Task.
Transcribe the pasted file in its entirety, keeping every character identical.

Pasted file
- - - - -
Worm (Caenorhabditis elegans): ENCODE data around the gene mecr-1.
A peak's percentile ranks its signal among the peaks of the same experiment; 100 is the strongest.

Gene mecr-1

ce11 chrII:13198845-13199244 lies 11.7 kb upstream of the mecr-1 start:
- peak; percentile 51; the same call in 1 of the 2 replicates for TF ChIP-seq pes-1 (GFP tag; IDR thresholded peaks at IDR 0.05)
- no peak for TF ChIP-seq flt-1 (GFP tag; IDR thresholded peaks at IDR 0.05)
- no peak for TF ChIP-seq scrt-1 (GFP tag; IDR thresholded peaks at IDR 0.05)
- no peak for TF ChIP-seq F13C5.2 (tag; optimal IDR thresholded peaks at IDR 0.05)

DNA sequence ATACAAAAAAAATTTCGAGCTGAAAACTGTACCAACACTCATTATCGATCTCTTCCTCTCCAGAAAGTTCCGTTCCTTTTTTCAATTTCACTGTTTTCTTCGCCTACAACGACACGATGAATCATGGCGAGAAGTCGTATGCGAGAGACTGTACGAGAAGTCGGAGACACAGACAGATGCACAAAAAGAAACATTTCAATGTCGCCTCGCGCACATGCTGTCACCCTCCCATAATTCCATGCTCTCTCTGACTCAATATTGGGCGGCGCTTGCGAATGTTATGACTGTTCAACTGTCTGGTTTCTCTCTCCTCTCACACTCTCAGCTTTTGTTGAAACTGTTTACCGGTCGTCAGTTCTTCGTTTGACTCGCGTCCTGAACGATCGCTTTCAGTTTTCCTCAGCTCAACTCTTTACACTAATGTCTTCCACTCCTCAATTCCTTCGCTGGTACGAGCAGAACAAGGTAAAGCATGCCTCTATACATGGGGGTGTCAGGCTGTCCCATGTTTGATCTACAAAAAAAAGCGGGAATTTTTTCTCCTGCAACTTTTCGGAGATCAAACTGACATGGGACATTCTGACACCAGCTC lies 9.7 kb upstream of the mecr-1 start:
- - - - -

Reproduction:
Worm (Caenorhabditis elegans): ENCODE data around the gene mecr-1.
A peak's percentile ranks its signal among the peaks of the same experiment; 100 is the strongest.

Gene mecr-1

ce11 chrII:13198845-13199244 lies 11.7 kb upstream of the mecr-1 start:
- peak; percentile 51; the same call in 1 of the 2 replicates for TF ChIP-seq pes-1 (GFP tag; IDR thresholded peaks at IDR 0.05)
- no peak for TF ChIP-seq flt-1 (GFP tag; IDR thresholded peaks at IDR 0.05)
- no peak for TF ChIP-seq scrt-1 (GFP tag; IDR thresholded peaks at IDR 0.05)
- no peak for TF ChIP-seq F13C5.2 (tag; optimal IDR thresholded peaks at IDR 0.05)

DNA sequence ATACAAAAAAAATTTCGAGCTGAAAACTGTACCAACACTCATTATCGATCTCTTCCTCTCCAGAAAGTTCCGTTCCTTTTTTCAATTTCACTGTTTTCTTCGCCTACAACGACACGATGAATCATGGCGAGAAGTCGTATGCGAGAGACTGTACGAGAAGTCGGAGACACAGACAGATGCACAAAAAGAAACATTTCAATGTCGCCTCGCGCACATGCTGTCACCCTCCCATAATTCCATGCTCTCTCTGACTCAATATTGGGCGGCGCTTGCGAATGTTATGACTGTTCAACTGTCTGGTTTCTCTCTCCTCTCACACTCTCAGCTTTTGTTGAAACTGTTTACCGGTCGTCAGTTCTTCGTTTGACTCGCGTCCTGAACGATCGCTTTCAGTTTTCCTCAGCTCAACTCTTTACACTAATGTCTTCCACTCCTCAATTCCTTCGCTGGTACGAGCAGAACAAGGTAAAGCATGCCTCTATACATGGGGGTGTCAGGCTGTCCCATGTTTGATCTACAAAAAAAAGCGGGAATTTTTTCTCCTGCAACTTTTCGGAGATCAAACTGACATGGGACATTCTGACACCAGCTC lies 9.7 kb upstream of the mecr-1 start: